In order for this critical investment sector to grow further, we need better secondary market liquidity and tighter spreads, which in turn requires better visibility to the status of each underlying business funded by ESG bonds. With an instrument such as a COVID Recovery Bond, we have the opportunity to take another step toward that goal by baking in a more continuous algorithmic assurance feature to the bonds and the loans they would support and then sharing insights derived from that data with the bond’s investors, participating lenders and the small business owners themselves.
Rather than relying on annual government audits to shed light on how small business recovery is responding to the PPP, we can take advantage of the data a Recovery Bond could generate. By rolling up a combination of virus data, labor market data, payment data, supply data, and social network analysis, we can help local communities help themselves while lowering the risk of default for lenders.
The path forward
What follows is not so much a sequence as a necessary set of ingredients, all of which are available right now and could be implemented to coincide with the Summer reopening.
1. Ingest existing SMB member data to roll up all borrowing entities and their most recent status, supplemented by voluntary polling data submitted by members
2. Use micro segmentation analytics to pinpoint demand and supply cohorts available in the local market
3. Map business participation in either demand or supply. Who has resources, and who needs them?
4. Conduct algorithmic analysis on the resulting data aggregate to identify new opportunities for the value of collaboration (e.g. matching customer poor, staff rich Restauranteurs with customer rich, staff poor Retailers)
5. Create a marketplace for exchange of goods to encourage ESG-backed investments in a pool of those value opportunities
6. Motivate transparency and trust in the end to end solution using direct and inferred measurement
No matter what comes after COVID, it’s safe to assume that it won’t be business as usual. For example, companies will almost certainly be held to much clearer account on issues of worker safety, work arrangements (65-floor tower-block, anyone?) and community contribution. As Nishan Degnarain recently wrote in Forbes: “In a large survey conducted in the UK last week, only 9% wanted life to return back to pre-crisis ‘normal’.” I have to think that view is widely shared.
Establishing this type of private investment facility now opens the door to the introduction of more specific operating parameters and assurance later. As we get better at sensing, more data flows to inform better decisions that lead to more sustainable recovery. For example, use of proceeds attached to loans made against this facility could also be used by Unions and investors to drive strategies to become more energy efficient, conserve more water, reduce waste and increase recycling associated with business’ operations.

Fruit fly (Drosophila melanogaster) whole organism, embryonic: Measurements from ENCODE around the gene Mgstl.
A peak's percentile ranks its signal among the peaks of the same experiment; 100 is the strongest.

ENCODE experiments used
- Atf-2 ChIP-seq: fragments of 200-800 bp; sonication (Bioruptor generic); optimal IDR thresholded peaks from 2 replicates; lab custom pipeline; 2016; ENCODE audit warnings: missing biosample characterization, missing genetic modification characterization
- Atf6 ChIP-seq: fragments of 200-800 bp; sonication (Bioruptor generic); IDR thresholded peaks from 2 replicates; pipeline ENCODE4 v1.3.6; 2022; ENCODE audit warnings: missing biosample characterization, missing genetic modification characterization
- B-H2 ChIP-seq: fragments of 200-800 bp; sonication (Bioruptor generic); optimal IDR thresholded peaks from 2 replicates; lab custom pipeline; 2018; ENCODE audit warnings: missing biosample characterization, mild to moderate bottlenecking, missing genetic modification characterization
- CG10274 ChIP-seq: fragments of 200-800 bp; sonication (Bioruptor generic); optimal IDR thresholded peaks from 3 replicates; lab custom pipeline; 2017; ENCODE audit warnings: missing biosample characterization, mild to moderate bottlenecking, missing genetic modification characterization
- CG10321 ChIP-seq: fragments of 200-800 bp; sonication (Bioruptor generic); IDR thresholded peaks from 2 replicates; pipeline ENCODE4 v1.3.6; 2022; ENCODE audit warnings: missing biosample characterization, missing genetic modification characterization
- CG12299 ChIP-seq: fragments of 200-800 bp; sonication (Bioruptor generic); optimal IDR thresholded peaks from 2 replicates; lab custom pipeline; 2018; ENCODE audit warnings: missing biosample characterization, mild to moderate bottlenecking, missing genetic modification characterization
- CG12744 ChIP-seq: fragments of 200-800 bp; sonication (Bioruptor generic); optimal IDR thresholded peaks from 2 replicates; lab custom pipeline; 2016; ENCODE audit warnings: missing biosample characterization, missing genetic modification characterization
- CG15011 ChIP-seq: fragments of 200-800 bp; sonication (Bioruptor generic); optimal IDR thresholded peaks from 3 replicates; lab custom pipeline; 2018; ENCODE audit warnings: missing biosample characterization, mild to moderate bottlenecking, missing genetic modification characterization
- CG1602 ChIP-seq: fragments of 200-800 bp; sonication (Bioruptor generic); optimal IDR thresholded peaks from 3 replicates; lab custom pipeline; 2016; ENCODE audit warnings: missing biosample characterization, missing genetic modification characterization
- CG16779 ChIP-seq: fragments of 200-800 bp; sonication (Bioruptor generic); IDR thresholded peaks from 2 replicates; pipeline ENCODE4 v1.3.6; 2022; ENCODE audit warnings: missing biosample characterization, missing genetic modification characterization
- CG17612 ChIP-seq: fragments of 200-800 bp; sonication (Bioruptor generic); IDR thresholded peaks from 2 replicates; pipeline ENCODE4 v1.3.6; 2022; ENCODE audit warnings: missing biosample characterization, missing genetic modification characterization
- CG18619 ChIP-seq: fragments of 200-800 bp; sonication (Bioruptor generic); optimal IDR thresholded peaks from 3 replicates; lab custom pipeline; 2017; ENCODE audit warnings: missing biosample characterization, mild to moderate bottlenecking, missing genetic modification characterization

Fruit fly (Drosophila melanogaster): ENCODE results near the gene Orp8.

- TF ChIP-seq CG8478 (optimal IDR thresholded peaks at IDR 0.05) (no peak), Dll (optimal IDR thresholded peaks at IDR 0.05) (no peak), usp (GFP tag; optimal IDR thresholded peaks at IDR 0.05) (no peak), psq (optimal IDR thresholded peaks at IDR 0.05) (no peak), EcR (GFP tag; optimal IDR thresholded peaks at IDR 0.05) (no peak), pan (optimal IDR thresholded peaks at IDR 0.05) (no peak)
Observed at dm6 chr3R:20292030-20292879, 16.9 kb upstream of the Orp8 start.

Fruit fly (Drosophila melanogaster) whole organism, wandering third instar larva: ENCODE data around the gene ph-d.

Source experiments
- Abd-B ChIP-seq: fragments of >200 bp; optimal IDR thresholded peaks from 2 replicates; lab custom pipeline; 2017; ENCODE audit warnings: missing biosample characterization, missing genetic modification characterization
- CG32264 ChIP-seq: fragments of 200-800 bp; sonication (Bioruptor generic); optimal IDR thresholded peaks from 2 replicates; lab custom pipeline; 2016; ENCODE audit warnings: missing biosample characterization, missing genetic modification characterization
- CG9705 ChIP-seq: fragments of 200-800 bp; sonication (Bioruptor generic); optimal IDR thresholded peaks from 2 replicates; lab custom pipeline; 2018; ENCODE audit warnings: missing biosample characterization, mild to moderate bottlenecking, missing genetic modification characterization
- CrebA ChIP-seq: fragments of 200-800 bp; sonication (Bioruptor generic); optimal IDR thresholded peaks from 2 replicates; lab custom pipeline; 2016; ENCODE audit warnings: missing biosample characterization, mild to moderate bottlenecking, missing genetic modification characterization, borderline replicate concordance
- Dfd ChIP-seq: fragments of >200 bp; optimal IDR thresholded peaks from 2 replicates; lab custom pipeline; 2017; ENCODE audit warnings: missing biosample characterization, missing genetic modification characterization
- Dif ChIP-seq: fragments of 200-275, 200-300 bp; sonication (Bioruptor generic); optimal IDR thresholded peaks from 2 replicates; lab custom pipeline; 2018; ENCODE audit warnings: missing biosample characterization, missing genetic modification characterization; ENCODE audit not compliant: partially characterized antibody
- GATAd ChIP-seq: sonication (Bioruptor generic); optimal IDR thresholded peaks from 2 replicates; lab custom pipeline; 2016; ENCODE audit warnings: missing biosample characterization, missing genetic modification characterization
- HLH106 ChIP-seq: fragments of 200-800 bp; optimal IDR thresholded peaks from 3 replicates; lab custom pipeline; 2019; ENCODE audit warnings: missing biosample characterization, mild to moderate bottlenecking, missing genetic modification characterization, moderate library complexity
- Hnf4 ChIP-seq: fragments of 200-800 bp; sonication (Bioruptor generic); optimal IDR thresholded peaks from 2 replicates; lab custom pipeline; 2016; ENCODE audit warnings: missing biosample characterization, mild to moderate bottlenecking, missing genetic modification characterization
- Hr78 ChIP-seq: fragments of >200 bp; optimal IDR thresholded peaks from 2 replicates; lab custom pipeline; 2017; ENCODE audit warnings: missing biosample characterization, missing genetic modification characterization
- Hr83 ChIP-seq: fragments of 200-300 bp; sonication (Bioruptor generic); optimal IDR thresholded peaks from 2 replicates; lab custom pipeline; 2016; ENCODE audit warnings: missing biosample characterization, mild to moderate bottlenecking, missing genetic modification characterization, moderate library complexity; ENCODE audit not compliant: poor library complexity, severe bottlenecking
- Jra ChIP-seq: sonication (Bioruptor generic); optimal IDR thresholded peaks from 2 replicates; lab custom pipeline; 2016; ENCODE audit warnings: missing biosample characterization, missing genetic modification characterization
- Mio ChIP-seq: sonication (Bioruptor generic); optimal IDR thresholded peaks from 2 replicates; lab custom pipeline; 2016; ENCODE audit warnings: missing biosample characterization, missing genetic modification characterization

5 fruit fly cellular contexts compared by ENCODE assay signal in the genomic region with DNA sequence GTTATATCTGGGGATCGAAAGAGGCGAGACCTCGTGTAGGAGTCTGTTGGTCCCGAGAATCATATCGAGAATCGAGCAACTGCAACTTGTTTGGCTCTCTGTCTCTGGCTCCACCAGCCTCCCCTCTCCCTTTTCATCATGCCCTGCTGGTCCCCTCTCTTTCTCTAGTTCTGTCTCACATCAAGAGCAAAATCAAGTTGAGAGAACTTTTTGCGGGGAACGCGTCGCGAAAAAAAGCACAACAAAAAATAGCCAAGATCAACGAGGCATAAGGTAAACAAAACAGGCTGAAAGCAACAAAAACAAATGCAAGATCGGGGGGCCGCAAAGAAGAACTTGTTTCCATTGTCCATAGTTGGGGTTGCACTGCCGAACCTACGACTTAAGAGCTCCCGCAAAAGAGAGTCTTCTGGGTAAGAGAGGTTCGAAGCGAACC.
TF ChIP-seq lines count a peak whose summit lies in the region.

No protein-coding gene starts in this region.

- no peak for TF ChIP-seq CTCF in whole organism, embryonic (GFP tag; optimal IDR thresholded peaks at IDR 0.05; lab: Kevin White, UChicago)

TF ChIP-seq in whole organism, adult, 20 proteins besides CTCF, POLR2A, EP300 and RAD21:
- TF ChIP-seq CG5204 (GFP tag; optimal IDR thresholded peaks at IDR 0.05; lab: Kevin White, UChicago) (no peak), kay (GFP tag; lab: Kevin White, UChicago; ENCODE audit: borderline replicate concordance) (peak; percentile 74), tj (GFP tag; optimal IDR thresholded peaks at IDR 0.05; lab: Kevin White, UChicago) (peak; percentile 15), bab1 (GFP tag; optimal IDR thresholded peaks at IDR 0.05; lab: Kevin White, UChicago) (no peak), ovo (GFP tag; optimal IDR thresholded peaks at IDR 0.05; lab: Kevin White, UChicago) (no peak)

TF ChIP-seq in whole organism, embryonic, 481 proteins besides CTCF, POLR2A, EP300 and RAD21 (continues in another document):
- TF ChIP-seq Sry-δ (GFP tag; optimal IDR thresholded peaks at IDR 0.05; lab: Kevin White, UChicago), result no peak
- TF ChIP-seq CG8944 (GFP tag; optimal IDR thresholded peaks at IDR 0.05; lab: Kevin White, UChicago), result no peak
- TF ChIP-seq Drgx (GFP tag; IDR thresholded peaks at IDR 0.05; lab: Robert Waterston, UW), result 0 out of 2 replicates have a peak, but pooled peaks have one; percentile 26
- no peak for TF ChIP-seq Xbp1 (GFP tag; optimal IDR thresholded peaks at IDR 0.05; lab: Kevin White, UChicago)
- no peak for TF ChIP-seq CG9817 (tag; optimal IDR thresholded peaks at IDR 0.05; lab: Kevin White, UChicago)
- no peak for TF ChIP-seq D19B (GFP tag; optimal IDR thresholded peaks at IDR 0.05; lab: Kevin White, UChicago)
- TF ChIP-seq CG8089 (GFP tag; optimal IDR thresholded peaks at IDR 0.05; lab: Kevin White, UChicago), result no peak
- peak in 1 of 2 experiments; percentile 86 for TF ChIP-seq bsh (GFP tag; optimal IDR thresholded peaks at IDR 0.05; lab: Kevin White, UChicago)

Running a small business is hard and constant work. In this crisis, it is breaking owners. By leveraging their trusted position within the community, Credit Unions and Banks have an opportunity to extend their impact by becoming as much of a data union as a credit union. They are uniquely placed to aggregate member data, hold it in trust, and analyze it for insights that advance the ability of the community to care for itself and build resiliency in the form of traceable growth in social, human and financial capital.
Using existing platform technology, we can create a closed loop facility in which small business owners could find new suppliers or new markets, stay abreast of commercial real estate developments as those come back online, and help existing companies find ways to monetize their resources in a more efficient manner. Working together using a community data platform, ESG investors, Unions and their members can build local ecosystems that benefit the local economy more effectively.
Because of the depth of analysis provided by network centric solution, bond proceeds can also support vulnerable population groups at a micro-zip code level including women, children under 5 years of age, and people temporarily displaced due to loss of employment and residence
To keep the economy going, we need cash in people’s hands. At a time when central authority is struggling to rise even part-way to the occasion, it’s time to think local. The more investment that can flow directly to networkable pools of small business owners, the more likely we are to experience a rebound in both our economy and our local communities.
A COVID Recovery Bond is one solution to redress current over-reliance on government funding. With the right set of actors, it can be tested over the third quarter of this year, and then taken to scale. We have all the ingredients to hand. We are one syndicate leader away from moving ahead.